What is OEKO-TEX Standard 100 and what does it mean for my mattress?

OEKO-TEX Standard 100 label
(Image credit: OEKO-TEX)

When shopping for a new mattress, you might come across the term 'OEKO-TEX Standard 100'. In this article, we'll explain exactly what that means. 

Today's best mattresses often come with a whole host of certifications, in relation to different parts of the product, and it can be confusing to figure out what they refer to and which to pay particular attention to. For instance, when looking for a memory foam mattress, you want to ensure the foams are CertiPUR-US certified

OEKO-TEX deals with textiles in particular, and has a handful of different standards that might crop up in relation to your mattress, the most common amongst which is OEKO-TEX Standard 100. 

This article explains exactly what the various OEKO-TEX certifications mean, what the company overall does, and why these standards are important for your mattress.

What is OEKO-TEX standard 100?

OEKO-TEX Standard 100 is a well-known, global certification that ensures there are no harmful substances in a textile, and it poses no threat to your health. The standard is independently tested, and could be applied to any textile article. So in the case of mattresses, we're probably talking about cover fabrics. Every component is assessed – so the fabric itself, including linings and coatings, but also the threads, buttons and so on. 

What is tested for?

The test includes a large number of substances, both regulated and non-regulated, that may pose a threat to human health. It's updated at least yearly to account for new developments in science and statutory requirements. You'll find an in-depth look at the different things that are tested for in the Standard 100 catalog

OEKO-TEX Standard 100 label

(Image credit: OEKO-TEX)

OEKO-TEX Standard 100 product classes

Products are categorized according to their intended use. Different categories are tested for different things, and with varying levels of strictness. Products in class 1 are subject to the most stringent checks, and the rules get more relaxed as the class number goes up. Mattresses fall into product class 2, as the textiles have direct contact with the sleeper's skin. 

Here's a quick overview of the classes:

Swipe to scroll horizontally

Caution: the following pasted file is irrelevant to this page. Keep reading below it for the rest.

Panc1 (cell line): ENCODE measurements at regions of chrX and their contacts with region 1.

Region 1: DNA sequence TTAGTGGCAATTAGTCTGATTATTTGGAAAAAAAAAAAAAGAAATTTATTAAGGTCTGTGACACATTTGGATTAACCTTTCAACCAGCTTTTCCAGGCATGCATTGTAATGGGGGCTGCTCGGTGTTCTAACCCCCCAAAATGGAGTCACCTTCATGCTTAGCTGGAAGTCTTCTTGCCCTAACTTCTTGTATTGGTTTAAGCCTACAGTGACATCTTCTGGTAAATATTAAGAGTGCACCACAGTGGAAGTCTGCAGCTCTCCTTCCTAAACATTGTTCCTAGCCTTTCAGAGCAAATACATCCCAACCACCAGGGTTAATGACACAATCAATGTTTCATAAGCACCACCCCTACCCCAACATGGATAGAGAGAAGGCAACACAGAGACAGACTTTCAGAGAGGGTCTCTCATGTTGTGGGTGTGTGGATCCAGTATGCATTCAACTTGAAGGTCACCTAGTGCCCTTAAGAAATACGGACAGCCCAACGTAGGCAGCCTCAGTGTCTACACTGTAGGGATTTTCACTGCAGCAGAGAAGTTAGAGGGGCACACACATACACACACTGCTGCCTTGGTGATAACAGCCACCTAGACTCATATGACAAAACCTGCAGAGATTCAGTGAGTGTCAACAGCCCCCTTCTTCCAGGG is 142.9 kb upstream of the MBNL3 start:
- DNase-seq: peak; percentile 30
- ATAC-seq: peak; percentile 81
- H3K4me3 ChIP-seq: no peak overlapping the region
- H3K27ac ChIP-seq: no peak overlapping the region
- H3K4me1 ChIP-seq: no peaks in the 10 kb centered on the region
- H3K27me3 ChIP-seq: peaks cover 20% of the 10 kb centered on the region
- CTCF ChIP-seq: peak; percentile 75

Product classApplies toExample products
1Products for babiesBaby clothing
2 Products designed for extensive direct skin contactMattresses, shirts, underwear
3Products designed for minimal / no direct skin contactJackets, belts
4Decorative materialsCurtains, tablecloths

What is OEKO-TEX Made in Green?

The Made in Green certification ensures environmentally friendly manufacturing, and safe and socially responsible working conditions, and can be applied to any kind of textile or leather product. The Made in Green standard also ensures the materials have been tested for harmful substances, including carcinogenic dyes, heavy metals, and pesticides. The supply chain can be traced via a unique product ID or QR code. 

OEKO-TEX Made in Green unique QR code check, showing where the fabric has come from

(Image credit: OEKO-TEX)

What is OEKO-TEX Organic Cotton?

OEKO-TEX Organic Cotton is a different standard from the same testing body. It is specifically for organic cotton, and is awarded to products that have been manufactured without the use of GMOs, and tested for pesticides and other harmful substances. It verifies the product though the entire production chain, from the farm to the consumer. 

The cotton may be certified as 100% organic cotton (you'll find this certification on the cover for many of today's best natural mattresses), or minimum 70% organic cotton (in which case the label will state 'Blended'). For fabrics that are under 70% organic cotton, it'll just be the Standard 100 label.

Ruth Hamilton
Homes Editor, TechRadar

Ruth is currently Homes Editor on Tom's Guide's sister site TechRadar, where she reviews and writes about everything from air fryers to vacuum cleaners to coffee machines, as well as the latest smart home gadgets. Prior to making the shift to Homes, Ruth was Tom's Guide's Sleep Editor. A certified Sleep Science Coach, she has tested more mattresses than her small flat can handle and will talk at length about them to anyone who shows even a passing interest.